Psychiatrist Édouard Toulouse (1865–1947) is known today for his 1896 psychometric study of the novelist Émile Zola, and his contributions to mental hygiene, sexology, eugenics, and labour efficiency in inter-war France. This paper examines research undertaken in Toulouse’s Laboratory of Experimental Psychology at the Villejuif asylum near Paris. In 1905, Toulouse created a test that could differentiate between dementia and mental confusion, a test that could aid in the classification of patients at the overcrowded Villejuif facility. By 1920, however, the test’s early promise was undercut by unforeseen, ‘machinic’ resistance that emerged in the experimental process. This case study demonstrates the non-linear nature of scientific practice and limits of even the most innovative asylum reforms in this period.

“As good as it gets: An empirical study on mentally-ill patients and their stay at a general hospital in Sweden, 1896–1905,” by Malin Appelquist, Louise Brådvik, Ingemar Ottosson, Marie Åsberg. Abstract:

General hospital care and treatment of mentally ill patients in a Swedish town was studied in records for 503 patients, 1896–1905. Restraint was extremely rare; 65% left the hospital as healthy or improved. Non-psychotic and alcoholic patients spent fewer days in hospital than patients with psychosis or dementia. There was no evidence of a social status bias. For 36% of the patients a certificate for mental hospital care was issued, with additional information. The cause of illness was stated as unknown for 42% of these patients; adverse circumstances were recorded for 18%. Heredity for mental illness was found in 50% of the patients, particularly in those with mania. Patients with a higher social status were underrepresented.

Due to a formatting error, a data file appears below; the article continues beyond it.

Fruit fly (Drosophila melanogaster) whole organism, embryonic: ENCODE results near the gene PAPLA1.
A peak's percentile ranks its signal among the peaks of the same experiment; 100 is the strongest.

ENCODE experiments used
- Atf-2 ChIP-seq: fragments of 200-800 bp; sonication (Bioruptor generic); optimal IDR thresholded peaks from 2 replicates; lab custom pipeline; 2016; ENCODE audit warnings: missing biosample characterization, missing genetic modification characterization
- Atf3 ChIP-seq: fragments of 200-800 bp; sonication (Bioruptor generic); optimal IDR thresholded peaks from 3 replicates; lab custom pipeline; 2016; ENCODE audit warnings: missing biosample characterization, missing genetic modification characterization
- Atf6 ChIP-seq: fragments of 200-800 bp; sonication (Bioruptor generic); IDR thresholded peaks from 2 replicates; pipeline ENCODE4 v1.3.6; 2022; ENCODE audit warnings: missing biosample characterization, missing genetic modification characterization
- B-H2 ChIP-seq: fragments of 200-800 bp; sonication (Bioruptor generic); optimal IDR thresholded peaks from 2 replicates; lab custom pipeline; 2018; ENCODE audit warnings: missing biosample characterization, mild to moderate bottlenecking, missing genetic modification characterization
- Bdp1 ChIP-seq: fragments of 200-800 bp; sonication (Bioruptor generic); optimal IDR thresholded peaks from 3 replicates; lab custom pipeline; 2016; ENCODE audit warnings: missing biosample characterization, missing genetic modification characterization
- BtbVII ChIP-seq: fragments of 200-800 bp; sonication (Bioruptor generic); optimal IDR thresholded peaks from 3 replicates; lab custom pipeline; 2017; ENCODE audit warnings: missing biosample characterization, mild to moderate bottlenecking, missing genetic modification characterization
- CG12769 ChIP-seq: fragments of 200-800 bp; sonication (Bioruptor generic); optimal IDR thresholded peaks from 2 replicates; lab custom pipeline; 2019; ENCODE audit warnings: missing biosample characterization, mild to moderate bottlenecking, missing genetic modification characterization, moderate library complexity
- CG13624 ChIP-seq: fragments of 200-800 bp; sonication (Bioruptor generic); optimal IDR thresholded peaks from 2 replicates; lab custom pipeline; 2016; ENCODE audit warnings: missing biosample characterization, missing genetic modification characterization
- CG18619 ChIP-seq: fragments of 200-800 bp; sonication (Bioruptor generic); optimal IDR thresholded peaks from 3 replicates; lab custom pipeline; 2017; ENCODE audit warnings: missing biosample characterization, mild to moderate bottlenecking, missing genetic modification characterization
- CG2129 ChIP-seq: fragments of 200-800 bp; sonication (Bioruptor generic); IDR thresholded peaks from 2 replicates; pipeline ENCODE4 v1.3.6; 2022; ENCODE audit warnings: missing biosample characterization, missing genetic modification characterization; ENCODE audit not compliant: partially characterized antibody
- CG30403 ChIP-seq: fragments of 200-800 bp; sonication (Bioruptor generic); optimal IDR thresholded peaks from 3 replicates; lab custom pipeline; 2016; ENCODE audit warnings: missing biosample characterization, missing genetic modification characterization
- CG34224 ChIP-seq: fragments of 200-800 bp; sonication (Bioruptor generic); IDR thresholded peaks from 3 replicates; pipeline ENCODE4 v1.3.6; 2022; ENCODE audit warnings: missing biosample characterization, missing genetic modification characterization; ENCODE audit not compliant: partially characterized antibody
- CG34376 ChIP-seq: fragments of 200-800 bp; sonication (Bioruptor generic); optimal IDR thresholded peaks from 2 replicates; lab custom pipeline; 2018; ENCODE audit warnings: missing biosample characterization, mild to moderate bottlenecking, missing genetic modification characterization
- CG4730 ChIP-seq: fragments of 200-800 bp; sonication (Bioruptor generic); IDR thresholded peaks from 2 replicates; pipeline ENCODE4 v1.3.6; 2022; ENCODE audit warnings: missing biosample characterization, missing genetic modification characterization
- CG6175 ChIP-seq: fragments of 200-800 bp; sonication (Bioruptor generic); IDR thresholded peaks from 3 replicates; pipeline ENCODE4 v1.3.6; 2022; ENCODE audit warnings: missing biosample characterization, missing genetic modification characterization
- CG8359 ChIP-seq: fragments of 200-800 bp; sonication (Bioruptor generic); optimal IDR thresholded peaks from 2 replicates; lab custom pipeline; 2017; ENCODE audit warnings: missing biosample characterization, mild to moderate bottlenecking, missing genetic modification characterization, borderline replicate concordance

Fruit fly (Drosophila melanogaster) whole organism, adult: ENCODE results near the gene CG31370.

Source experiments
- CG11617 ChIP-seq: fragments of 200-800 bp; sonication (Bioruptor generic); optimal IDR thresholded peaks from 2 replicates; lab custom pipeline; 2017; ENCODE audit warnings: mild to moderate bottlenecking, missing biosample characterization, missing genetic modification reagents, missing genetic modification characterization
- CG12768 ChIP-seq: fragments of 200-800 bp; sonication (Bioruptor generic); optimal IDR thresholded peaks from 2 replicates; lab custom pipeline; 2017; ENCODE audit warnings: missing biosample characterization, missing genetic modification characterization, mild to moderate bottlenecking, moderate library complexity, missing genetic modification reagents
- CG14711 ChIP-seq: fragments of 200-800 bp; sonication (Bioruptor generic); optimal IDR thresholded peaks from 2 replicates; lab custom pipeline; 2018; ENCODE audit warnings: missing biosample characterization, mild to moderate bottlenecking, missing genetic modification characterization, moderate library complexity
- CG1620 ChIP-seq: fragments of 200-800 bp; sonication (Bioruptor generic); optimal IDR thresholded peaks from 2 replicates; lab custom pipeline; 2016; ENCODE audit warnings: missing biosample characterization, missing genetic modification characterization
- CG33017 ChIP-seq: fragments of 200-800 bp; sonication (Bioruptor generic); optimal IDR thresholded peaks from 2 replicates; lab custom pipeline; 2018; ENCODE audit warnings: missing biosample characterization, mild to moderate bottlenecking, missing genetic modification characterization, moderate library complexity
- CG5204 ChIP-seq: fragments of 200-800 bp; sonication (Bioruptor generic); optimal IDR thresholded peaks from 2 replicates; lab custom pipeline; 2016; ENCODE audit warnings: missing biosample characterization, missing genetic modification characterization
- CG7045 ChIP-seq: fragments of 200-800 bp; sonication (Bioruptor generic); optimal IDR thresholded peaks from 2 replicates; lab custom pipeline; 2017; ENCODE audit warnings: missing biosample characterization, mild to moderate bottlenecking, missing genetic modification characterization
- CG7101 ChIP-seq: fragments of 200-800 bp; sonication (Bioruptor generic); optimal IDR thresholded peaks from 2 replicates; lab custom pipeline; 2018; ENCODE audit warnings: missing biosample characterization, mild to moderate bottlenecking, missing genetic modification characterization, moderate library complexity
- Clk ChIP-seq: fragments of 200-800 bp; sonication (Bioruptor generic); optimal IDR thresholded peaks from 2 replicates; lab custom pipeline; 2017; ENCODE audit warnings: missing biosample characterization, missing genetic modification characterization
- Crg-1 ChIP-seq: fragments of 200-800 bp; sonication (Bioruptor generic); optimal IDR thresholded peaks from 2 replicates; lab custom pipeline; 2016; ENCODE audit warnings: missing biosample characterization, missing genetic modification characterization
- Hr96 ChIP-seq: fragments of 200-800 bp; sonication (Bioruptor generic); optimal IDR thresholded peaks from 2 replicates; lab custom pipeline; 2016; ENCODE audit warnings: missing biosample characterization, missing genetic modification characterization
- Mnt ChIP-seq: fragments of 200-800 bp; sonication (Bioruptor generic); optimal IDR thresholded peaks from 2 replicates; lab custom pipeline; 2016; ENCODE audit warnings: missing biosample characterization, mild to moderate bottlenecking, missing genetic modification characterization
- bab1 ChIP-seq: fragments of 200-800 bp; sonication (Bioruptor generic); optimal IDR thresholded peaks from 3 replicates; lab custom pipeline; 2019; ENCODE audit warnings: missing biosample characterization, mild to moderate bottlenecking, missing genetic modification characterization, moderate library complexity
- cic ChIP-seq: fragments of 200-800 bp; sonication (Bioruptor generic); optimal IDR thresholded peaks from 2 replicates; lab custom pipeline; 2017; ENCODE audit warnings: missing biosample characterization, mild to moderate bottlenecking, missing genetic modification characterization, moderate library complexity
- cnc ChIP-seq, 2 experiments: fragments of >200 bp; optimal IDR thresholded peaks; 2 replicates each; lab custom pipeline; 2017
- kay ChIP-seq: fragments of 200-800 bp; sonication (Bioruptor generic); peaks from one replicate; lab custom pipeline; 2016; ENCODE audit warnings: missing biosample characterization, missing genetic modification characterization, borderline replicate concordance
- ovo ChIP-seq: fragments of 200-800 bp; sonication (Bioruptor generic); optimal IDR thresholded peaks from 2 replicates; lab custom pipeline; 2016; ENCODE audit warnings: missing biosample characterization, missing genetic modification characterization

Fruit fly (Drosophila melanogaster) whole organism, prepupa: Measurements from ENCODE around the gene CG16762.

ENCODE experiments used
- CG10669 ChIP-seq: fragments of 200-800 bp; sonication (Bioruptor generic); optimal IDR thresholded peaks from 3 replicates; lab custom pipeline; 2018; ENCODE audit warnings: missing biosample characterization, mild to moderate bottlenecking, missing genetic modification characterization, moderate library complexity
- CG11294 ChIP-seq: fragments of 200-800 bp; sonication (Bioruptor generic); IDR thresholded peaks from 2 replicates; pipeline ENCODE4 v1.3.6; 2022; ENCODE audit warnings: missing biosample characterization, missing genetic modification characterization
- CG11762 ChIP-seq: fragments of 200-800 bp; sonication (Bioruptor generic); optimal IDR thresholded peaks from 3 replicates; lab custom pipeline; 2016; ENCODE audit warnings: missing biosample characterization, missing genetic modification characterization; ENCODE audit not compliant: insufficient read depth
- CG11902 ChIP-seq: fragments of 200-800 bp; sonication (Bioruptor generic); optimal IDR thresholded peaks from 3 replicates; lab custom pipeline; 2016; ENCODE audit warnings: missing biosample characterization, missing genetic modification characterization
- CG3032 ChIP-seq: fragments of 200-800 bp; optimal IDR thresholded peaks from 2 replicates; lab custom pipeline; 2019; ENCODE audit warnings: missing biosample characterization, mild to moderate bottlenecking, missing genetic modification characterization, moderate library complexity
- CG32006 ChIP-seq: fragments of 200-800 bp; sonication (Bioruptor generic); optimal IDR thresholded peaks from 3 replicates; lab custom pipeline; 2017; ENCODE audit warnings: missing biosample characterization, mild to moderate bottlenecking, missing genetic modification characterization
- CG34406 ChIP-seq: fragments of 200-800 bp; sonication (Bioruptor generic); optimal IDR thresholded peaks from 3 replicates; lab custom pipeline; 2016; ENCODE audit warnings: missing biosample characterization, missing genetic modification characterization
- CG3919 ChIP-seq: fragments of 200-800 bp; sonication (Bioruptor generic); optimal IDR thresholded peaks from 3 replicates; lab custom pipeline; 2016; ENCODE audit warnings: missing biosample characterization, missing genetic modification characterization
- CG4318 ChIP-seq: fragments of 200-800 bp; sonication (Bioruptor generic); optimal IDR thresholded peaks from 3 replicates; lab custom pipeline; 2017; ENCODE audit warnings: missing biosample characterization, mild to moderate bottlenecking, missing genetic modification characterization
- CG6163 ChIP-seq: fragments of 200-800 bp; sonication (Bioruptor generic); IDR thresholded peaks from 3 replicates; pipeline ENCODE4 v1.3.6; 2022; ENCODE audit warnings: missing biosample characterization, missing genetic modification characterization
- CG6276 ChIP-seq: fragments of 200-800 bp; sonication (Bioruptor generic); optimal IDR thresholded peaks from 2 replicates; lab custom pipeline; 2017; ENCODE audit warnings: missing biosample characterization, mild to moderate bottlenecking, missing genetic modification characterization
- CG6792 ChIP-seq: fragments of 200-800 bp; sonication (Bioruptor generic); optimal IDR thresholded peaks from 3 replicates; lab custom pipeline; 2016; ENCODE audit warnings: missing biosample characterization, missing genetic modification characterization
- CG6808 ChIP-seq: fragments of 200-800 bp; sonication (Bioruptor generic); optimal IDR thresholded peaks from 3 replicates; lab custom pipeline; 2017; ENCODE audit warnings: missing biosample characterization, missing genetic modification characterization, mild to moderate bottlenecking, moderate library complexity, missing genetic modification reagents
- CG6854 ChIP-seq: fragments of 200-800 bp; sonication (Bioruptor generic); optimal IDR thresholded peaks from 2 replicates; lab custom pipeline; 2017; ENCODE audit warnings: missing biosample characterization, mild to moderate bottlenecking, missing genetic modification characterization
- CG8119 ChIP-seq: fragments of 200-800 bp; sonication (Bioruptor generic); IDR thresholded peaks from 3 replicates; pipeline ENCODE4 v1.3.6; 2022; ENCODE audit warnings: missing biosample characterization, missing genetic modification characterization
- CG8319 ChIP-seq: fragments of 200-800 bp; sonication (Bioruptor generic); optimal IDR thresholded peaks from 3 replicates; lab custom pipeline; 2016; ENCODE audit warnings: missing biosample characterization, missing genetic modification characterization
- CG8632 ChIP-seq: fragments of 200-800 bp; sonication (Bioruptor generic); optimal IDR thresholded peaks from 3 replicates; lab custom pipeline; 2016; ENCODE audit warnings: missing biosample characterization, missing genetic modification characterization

“The theory of symptom complexes, mind and madness,” by Mauricio V Daker. Abstract:

Kahlbaum’s seminal approach to symptom complexes, as opposed to disease entities, is still relevant. Many psychopathologists have approached mental symptom complexes without prejudging them as necessary physical deficits or diseases, favouring a broader dimensional and anthropological view of mental disorders. Discussions of symptom complexes gained prominence in psychiatry in the early twentieth century – through Hoche – and in the period leading up to World War II – through Carl Schneider. Their works, alongside those of Kraepelin, Bumke, Kehrer, Jaspers and others, are reviewed in relation to the theme of symptom complexes, the mind, and mental disorders. A particular feature of symptom complexes is their relationship to aspects of the normal mind and how this affects clinical manifestations. It is further suggested that symptom complexes might offer a useful bridge between the psychic and the biological in theories of the mind.

About Jacy Young

Jacy Young is a professor at Quest University Canada. A critical feminist psychologist and historian of psychology, she is committed to critical pedagogy and public engagement with feminist psychology and the history of the discipline.